The International Atomic Energy Agency plans to send a team of experts to a crippled nuclear power plant in Fukushima Prefecture in December to assess Japan's plan to discharge treated radioactive water into the sea, an IAEA official said Thursday.

The mission comes as China and South Korea, as well as local fishing communities, have expressed objections to the release of such water that has been accumulating at the Fukushima Daiichi complex since a massive earthquake and tsunami hit northeastern Japan in 2011, citing its impact to the environment.

Lydie Evrard (L), head of the International Atomic Energy Agency's Department of Nuclear Safety and Security, visits the Fukushima Daiichi nuclear power plant on Sept. 8, 2021, in Fukushima Prefecture. (Photo courtesy of Tokyo Electric Power Company Holdings Inc.)(Kyodo)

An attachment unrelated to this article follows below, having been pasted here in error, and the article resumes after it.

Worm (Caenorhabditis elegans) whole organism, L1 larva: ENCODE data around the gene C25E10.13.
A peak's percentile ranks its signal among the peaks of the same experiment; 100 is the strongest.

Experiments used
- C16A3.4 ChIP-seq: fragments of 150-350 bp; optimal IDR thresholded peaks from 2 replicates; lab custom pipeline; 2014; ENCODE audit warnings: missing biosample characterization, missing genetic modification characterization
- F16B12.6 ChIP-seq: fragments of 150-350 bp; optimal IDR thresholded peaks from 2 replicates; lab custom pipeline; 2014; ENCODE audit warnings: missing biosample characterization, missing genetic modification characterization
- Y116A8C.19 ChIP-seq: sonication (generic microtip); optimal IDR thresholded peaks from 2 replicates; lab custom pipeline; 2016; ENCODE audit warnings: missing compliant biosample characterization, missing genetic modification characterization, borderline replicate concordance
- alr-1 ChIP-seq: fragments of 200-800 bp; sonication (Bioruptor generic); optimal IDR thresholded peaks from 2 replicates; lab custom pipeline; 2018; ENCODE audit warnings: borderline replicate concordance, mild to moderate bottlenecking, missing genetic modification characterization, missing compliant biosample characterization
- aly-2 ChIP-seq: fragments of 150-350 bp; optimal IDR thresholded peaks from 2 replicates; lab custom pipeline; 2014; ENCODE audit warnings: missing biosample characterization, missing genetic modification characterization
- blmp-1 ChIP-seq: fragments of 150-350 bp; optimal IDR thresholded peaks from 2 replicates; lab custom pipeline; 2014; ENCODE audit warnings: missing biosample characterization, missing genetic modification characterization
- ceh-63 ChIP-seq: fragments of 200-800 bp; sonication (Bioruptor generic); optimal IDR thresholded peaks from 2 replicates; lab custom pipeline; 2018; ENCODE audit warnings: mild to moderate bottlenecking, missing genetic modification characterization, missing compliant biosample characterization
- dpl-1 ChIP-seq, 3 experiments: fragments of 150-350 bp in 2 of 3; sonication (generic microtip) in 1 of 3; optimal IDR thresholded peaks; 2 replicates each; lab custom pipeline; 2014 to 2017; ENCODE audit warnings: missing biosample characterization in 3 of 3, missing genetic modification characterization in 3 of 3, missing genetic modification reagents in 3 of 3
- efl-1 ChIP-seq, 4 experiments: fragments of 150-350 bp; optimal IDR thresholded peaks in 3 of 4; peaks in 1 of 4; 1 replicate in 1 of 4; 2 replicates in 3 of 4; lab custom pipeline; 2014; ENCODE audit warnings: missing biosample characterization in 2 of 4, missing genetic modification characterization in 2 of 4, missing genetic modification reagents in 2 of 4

"The agency is firmly committed to ensuring that the review is comprehensive and objective and that the results are conveyed to the international community," Lydie Evrard, head of the Department of Nuclear Safety and Security at the Vienna-based U.N. nuclear watchdog, said at an online news conference.

China and South Korea will be among 11 countries from which the IAEA selected the members who make up the team, Evrard said.

IAEA officials may travel to Japan sometime next year so the agency can present findings before the actual discharge of the water, Evrard said.

Water pumped into the ruined reactors at the Fukushima plant to cool the melted fuel, mixed with rain and groundwater that has also been contaminated, is treated using an advanced liquid processing system, or ALPS.

According to the Japanese government, the process will remove most radioactive agents and will be diluted to significantly below Japanese safety standards and that of the World Health Organization's guidelines for drinking water.

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